Image Optimization Basics
The images on your webpage help to communicate what your page is about and they are an important part of the design. We use images to break up our blog posts, to keep our readers interested, and to promote products or services that we love or provide.
Did you know that HOW you upload and name your pictures can impact your web ranking either positively or negatively?
Google has two ranking factors that deal with the images on your webpage:
- Your page speed load times
- Your image optimization for SEO
One deals with the size of your image files
The other deals with how you are naming and describing the images so that Google knows what the images and your webpage are about.
Benefits of Image Optimization
As website owners we are always trying to give our users a great experience and to make the Google Gods happy, but here are a few other reasons why you should optimize your images:
- Your site will load faster making your Google PageSpeed score better
- Google will be happy and your search engine rankings will improve
- Your bounce rate will be lower so more visitors will see your page
- You will reduce website bloat and need less storage with your webhost on their servers (yes there are space limits)
- You won’t blow through your visitors’ mobile data plan (somebodies mom could be thanking you)
What photos are legal to use?
We always want to make sure that we are following the internet rules for webpages and one that is commonly forgotten or ignored pertains to images. There are three legal ways to get photos to use on your webpage:
- You can get permission to use an image from the photographer usually in return for a link back to the photographers’ webpage. This creates a backlink for the photographer (good for SEO) and provides you with an amazing image. I use this technique often with the wedding photographers that I work with. They are happy to have me share their photo, credit their work and link to their webpage. This drives traffic to their site. In essence I am advertising their work for them. In return I am happy to showcase a beautiful photo on my webpage and let potential clients see my airbrush work showcased in the most beautiful way.
- You can purchase the rights to use an image through a stock photo service. Make sure that you are using CCO (creative commons) license for commercial use. There are FREE stock photo sites and some of them are reputable and some are not.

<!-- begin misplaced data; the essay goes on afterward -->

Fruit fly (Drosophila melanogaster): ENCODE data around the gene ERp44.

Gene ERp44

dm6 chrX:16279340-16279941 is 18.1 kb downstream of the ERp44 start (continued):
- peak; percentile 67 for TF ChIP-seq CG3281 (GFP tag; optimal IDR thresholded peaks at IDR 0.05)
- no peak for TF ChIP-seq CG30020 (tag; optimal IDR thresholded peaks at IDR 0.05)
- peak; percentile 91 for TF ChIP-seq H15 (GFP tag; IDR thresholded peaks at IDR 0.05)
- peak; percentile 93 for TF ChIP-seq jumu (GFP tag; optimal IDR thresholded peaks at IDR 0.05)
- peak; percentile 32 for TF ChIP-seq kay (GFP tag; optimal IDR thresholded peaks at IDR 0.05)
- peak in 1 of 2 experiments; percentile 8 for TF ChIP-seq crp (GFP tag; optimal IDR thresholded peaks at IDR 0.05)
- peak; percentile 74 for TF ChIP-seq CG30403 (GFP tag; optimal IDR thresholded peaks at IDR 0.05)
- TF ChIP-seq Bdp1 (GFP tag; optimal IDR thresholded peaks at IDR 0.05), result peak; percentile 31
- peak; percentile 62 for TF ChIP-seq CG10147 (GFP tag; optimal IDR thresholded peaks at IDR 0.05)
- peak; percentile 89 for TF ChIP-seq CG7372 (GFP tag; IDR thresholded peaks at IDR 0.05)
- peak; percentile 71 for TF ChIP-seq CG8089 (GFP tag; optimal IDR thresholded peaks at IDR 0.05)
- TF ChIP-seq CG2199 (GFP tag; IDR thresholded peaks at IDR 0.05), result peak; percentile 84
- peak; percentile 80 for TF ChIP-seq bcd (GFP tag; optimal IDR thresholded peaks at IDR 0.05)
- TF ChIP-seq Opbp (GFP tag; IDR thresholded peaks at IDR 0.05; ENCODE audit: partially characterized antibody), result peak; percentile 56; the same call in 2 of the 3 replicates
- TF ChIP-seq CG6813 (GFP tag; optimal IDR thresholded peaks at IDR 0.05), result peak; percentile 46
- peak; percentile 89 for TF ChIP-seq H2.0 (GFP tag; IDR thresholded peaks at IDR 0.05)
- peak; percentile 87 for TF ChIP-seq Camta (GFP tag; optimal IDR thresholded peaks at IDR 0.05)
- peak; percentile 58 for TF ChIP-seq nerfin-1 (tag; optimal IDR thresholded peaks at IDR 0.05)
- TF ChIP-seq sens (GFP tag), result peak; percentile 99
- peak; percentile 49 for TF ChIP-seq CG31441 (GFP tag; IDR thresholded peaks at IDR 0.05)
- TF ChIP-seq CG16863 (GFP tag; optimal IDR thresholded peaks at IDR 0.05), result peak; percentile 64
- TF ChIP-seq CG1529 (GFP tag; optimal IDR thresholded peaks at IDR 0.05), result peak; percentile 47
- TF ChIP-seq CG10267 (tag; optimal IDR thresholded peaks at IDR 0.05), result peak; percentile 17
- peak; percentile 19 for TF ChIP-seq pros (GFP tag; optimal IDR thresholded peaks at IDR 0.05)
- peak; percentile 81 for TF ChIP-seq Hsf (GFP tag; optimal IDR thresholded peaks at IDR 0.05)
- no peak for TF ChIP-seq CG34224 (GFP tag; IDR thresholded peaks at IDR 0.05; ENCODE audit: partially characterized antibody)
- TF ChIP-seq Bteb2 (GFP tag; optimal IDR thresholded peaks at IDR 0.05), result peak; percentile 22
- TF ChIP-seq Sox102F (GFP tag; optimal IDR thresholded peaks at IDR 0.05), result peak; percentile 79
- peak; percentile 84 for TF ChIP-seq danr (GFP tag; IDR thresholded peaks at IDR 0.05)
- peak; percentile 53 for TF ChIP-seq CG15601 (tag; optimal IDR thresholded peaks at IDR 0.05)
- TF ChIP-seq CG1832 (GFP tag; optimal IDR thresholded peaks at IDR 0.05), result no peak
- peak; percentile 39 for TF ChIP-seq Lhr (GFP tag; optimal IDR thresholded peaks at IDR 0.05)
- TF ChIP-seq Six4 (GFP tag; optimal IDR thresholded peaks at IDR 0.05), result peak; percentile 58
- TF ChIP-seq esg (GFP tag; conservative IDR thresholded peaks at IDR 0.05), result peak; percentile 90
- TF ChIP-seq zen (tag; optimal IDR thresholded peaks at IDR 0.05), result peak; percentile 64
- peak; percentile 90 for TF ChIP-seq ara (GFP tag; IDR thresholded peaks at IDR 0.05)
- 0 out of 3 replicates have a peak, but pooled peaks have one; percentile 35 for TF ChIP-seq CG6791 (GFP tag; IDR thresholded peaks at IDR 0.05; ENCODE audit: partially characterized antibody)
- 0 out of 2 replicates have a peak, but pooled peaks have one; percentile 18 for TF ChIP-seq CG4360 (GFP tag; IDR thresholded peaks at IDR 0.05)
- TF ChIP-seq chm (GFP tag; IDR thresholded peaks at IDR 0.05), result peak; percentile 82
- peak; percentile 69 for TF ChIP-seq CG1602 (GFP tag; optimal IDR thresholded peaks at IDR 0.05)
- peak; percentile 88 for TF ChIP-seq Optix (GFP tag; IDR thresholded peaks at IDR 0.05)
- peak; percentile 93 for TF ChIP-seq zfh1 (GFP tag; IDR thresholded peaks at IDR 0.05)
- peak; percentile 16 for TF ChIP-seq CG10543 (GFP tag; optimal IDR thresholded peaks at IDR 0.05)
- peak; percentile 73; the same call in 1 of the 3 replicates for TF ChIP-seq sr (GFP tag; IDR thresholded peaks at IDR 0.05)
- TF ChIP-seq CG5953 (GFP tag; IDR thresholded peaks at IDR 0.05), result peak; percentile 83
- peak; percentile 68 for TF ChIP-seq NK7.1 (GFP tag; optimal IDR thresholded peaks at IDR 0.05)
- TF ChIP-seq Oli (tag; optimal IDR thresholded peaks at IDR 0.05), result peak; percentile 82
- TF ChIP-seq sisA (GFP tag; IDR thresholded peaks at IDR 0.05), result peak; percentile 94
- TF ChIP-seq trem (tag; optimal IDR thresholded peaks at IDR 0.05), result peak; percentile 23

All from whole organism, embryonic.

- You can pay a photographer to take photos for you to use on your webpage. Make sure you ask the photographer if they do shoots for online use and will release all copyrights on the images. I still run into photographers that only allow purchase of prints through them for their work. That being said there is a whole new niche in the photography world that creates beautiful images just for use online. All you have to do is ask!
The tools I use are listed at the bottom of the page.
How to size your images
When you choose an image that you would like to use on your webpage we need to consider the file SIZE. A large file size is going to take a ton of time to load slowing your webpage down and giving you a bad grade on your Google grade card, yes this is a real thing.
Since we don’t want that we need to think about how we can reduce the file size and still keep our image beautiful. There are 3 things that can help your images perform well on your webpage.
What file type are you using? There are two commonly used image files .JPG and .PNG
.JPG is best used for photos and it naturally is a smaller file size than the .PNG
.PNG is usually used for logos and transparent backgrounds.
Stick with the .JPG for your website images as it provides the best option for compressing and resizing while keeping the quality high.
Size your images for the space that they are going to live in.
When you are using a WordPress theme there are pre-set places for images. They have dimensions set for them and this is what decides the overall look of your webpage.
That is all great but if you are uploading an image that is 20 times bigger than it needs to be to fill that spot then your webpage has to do backend gymnastics to resize your image into the smaller space every time someone looks at your webpage. This takes time and bandwidth.
Creating the image in the pixel size needed is an important step. Photo editing programs are available in many forms. Programs for your computer, apps for your phone and online services. I personally use Canva to resize my images to the correct size for my webpage. It is FREE, online, has an app and easy to use.